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Newsletters > To Be Who I Am > 2011 > November > Transgender Day of Remembrance

ISSN 1179-0210 November, 2011

Transgender Day of Remembrance

Transgender Day of Remembrance poster

The 20th November 2011 is the 13th International Transgender Day of Remembrance (TDOR). Two New Zealand commemorations are being held a week later on 29 November. They are a chance to remember Diksy Jones who was killed in Upper Hutt in 2009, aged 64. Diksy was a quiet, gentle, cabinet-maker who loved old cars, cricket and cats. TDOR also demonstrates the power and resilience of trans communities speaking out against violence, proudly being who they are.

In Auckland: GenderBridge has a community event at St Matthew-in-the-City at 7pm on Tuesday 29 November. The church is on the corner of Wellesley and Hobson Streets. BYO a plate of food to share.

In Hamilton: Agender Waikato, in conjunction with Hamilton Pride, are holding a Transgender Day of Rememberance at the Riff Raff statue Hamilton at 7pm, 20th November. Local politicians are invited to attend and those who attend usually give a short speech.

In Christchurch: the recently reopened Te Whare Puakitanga / Transition House will be holding a community meeting from 7-9pm on 29 November. Nau mai, haere mai koutou – everyone is welcome. Contact Cherise Witehira on (03) 372-9298 or agenderchch@clear.net.nz for the address.

The Human Rights Commission would really like to hear about any other Transgender Day of Remembrance events around New Zealand this year. Please send any details to juliew@hrc.co.nz.

The first Transgender Day of Remembrance candlelight vigil was held in San Francisco in 1999 to remember Rita Hester who was murdered on November 28th, 1998 simply because she was trans. It sparked the “Remembering Our Dead” web project to publicly mourn and honour the lives of those who might otherwise be forgotten. TDOR raises public awareness of violence and hate crimes against trans people, and provides an opportunity for non-trans people to stand alongside their trans friends, partners, children and parents. In New Zealand the Police Diversity Liaison Officers regular participate in these community events.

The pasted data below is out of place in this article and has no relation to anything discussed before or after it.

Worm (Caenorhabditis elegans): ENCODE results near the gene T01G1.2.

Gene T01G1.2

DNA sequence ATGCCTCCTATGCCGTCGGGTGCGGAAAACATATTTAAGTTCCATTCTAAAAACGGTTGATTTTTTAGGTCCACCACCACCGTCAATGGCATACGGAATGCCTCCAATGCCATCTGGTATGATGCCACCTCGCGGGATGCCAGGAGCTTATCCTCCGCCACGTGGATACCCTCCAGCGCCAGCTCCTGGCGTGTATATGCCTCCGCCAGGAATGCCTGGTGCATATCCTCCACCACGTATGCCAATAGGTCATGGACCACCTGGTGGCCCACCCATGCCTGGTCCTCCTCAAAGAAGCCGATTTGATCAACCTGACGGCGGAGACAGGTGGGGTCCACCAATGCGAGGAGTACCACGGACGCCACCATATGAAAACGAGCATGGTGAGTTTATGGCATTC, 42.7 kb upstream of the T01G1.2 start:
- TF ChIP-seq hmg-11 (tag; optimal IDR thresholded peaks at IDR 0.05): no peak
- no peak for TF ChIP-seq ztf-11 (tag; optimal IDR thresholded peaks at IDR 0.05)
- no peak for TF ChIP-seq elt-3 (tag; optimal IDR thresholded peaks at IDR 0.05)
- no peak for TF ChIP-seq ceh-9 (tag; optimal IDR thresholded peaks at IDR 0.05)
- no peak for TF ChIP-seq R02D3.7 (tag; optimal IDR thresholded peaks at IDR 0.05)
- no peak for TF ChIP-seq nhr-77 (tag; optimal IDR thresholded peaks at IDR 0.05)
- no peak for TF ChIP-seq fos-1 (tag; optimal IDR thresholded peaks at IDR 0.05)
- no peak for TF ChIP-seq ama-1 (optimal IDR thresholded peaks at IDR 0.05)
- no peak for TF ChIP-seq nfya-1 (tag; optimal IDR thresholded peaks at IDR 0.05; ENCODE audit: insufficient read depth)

The Trans respect versus Transphobia (TvT) project monitors trans murders around the world. In the first nine months of 2011 alone, 116 murders of trans people from 23 countries had been registered with the project. Since January 2008, TvT has documented 681 reports of murdered trans people from 50 countries. Diksy Jones is remembered on that website and in this November 2009 article about TDOR.

In December 2010 two men were convicted of manslaughter for killing Diksy Jones, and jailed for 9.5 and 10 years respectively. Justice Robert Dobson in the High Court in Wellington said he gave the younger man the longer sentence because his part in the “brutal and tragic” attack constituted a hate crime. This was based on comments the man had made to police that he followed Diksy home “to beat up a transvestite”, that he “believed in Adam and Eve, not Adam and Steve”, and thought Diksy did not deserve to live.

In July this year, three Court of Appeal judges ruled that the longer jail term be reduced to nine years, and the minimum non-parole period be cut from five to four years. The appeal court judges considered Justice Dobson “overstated the seriousness of the hate crime aspect of the homicide”.

One Response to “ Transgender Day of Remembrance ”

  1. Kevinnzcd says:

    Justice Dobson overstated the seriousness of the hate crime aspect of the homicide? That man said he followed Diksy home to beat up a transvestite and thought Diksy did not deserve to live. Putting this down as manslaughter was a big enough insult as it was when its pretty clear he intended to kill Diksy so that should have made it premeditated murder. To lower the sentence even further is sickening. When are the rites of the victim going to be seen as more important than the rites of the convict in this country?

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You are currently reading articles from To Be Who I Am , This was a quarterly newsletter for trans people and others interested in progressing the Transgender Inquiry’s actions and recommendations,. It is not longer published but you can still add your name to be included on a contact list for those interested in trans issues. by the Human Rights Commission.

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